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‘Green Infrastructure’ to Reduce Tunnel Plans

By Cuneyt DilCurrent Correspondent

D.C. has a new solution for stormwater runoff and the area’s polluted waterways: hundreds of acres of new green roofs, rain gardens, tree boxes, porous asphalt and other eco-friendly measures, collectively known as “green infrastructure.”

Mayor Muriel Bowser and officials from the D.C. Water and Sewer Authority (known as DC Water), the U.S. Environmental Protection Agency and the U.S. Justice Department joined together last week on top of the Fort Reno Reservoir, in front of an acre of green roof plants and pervious pavement, to announce the city’s new plan to combat sewage overflow.

Instead of building new tunnels in Rock Creek and alongside the Georgetown waterfront, a swath of water-capturing green infrastructure similar to what is used at Fort Reno will be constructed from Howard University to Takoma, and also around Burleith and Georgetown. In total, the plan envisions enough green infrastructure in these areas to offset the amount of runoff that results from 1.2 inches of rain falling on 500 impervious acres.

The plan still relies on “gray infrastructure,” with the planned construction of a 30-million-gallon tunnel along the Potomac River, which will run south to connect with the under-construction Anacostia River Tunnel System and end up at the Blue Plains Advanced Wastewater Treatment Plant.

But with the new green infrastructure, that tunnel will need to hold 18 million gallons less wastewater than the originally planned version running from the Kennedy Center to the Key Bridge, which would have had the capacity to store 58 million gallons. And authorities are entirely discarding the original plan for a new sewage tunnel to divert wastewater from Piney Branch in Rock Creek.

The announcement of the new plan, on May 20, comes after the District was able to modify the $2.6 billion Clean Rivers Project, a 2005 agreement with federal authorities that mandated that the city improve its waterways. Reducing the amount of untreated sewage that ends up in rivers after heavy rains is a large portion of the agency’s commitment. Hawkins said the modified plan will achieve equal or better results as the previous tunnel plan, in addition to creating environmental benefits from the added greenery in the city.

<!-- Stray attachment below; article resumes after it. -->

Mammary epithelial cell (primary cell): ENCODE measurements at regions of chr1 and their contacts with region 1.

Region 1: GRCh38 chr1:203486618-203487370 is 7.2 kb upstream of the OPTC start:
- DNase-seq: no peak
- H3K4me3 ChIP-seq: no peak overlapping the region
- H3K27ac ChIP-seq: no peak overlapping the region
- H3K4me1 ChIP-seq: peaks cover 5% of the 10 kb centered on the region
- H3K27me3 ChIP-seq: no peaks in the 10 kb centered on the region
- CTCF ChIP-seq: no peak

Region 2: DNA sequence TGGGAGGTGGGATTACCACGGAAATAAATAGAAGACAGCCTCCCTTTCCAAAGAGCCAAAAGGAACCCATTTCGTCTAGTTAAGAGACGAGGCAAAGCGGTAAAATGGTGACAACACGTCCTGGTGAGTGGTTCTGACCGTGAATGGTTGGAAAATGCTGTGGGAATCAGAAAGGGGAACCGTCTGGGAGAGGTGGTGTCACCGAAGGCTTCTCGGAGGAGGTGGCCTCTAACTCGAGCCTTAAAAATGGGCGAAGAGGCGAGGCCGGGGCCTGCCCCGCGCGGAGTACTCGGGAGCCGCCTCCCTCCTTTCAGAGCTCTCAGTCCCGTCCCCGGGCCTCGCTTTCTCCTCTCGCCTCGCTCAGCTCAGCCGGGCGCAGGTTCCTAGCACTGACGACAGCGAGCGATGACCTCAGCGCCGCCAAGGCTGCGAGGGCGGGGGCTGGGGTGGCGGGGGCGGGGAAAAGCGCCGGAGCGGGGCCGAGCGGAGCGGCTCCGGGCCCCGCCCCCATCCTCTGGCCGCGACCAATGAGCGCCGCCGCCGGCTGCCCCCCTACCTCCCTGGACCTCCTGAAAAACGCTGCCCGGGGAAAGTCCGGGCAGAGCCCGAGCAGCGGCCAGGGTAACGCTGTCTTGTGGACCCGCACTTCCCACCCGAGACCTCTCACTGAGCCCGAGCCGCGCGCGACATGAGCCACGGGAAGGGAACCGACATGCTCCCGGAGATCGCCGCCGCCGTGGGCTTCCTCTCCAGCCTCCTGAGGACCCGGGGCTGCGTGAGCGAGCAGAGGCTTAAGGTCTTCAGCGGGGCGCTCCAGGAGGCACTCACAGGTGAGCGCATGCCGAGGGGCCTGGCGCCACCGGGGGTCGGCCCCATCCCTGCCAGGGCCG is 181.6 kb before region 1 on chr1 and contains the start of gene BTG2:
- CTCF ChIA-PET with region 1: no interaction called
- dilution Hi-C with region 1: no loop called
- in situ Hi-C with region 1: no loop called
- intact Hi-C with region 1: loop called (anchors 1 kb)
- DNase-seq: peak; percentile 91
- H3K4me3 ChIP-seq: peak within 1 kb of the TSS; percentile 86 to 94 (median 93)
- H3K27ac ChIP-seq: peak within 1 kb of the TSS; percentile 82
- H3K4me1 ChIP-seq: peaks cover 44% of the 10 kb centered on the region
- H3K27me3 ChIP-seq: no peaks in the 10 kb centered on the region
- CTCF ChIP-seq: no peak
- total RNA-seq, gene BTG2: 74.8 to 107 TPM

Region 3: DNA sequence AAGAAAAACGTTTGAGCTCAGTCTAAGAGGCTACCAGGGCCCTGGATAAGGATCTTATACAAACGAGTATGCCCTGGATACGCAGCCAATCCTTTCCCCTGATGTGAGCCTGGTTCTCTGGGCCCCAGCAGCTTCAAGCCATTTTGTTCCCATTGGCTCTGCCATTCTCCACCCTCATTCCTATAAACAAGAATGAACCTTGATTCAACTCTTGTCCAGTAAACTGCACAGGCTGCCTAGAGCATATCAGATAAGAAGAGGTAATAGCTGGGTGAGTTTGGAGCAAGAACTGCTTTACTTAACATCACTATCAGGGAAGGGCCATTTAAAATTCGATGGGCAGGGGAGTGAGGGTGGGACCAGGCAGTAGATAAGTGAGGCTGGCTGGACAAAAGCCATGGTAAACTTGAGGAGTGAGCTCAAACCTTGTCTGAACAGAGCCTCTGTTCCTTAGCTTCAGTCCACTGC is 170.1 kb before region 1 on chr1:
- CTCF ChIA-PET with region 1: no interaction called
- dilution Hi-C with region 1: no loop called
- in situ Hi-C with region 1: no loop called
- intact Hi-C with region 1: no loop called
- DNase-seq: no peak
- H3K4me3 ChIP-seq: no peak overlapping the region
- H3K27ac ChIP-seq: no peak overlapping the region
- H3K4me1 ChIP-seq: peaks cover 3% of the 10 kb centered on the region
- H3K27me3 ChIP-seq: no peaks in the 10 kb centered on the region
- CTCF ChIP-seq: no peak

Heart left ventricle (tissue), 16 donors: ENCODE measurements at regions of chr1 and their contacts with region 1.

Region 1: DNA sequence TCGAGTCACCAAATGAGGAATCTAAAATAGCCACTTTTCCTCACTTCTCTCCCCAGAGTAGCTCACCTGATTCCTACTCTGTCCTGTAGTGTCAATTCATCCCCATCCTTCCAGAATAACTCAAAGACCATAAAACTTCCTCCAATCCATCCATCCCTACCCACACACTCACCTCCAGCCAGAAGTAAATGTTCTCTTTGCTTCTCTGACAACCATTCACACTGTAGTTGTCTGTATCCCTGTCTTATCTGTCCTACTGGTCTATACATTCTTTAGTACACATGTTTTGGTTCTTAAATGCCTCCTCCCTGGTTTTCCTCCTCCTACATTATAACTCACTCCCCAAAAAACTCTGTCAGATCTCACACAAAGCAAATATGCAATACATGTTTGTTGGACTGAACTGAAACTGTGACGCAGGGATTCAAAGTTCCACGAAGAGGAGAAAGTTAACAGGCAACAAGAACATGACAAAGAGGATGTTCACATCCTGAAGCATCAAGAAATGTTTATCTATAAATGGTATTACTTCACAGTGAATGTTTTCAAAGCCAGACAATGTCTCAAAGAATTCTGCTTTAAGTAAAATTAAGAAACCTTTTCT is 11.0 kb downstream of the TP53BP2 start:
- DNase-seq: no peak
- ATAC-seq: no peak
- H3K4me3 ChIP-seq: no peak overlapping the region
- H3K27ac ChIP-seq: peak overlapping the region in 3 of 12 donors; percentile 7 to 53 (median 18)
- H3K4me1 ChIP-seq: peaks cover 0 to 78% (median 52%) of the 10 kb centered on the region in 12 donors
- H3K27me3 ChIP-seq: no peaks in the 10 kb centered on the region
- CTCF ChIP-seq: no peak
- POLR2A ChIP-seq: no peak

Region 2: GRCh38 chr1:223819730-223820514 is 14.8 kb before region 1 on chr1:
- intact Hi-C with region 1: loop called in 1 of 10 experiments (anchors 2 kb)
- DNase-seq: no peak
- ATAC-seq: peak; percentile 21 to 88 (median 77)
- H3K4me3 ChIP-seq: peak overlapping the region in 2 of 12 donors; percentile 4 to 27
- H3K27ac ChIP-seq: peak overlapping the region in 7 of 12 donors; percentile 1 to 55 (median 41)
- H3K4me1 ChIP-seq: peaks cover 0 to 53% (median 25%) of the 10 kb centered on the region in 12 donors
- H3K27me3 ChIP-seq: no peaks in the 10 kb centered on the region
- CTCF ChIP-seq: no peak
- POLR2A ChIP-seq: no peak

Under the District’s combined sewer system — which was constructed in the late 19th century and continues to serve much of the city — sanitary sewage and stormwater go into the same pipes. With heavy rain, runoff water collects trash and debris from streets and ends up in the sewers at a faster rate than the system can handle. The stormwater, mixed with sewage, then ends up spilling into the river or flooding streets.

With the alternative solution, green roofs and permeable pavements will catch the rain before it runs off, saving the sewer system from having to hold excess wastewater.

“Just earlier this week we had two and a half inches of rain in a 12-hour period that went flooding throughout the city,” DC Water general manager George Hawkins said at the plan’s announcement.

Bowser is on board with the revised plan after reaching an agreement with Hawkins for hiring city residents to fill over half of the new jobs created by the green infrastructure project.

“We know this is an innovative step; it is a bold step,” said Bowser. “It is also not an easy step, but it is one we will put all of our minds to and get D.C. residents back to work.”

John Cruden, assistant attorney general of the Justice Department’s Environment and Natural Resources Division, praised city leaders for the environmental and employment opportunities the deal is meant to create.

“What you’re seeing here today puts the District of Columbia in a leadership role in green infrastructure in the nation,” Cruden said. “It is true you can have environmental progress, and you can grow middle-class values, … but it requires the kind of leadership you’re seeing today.”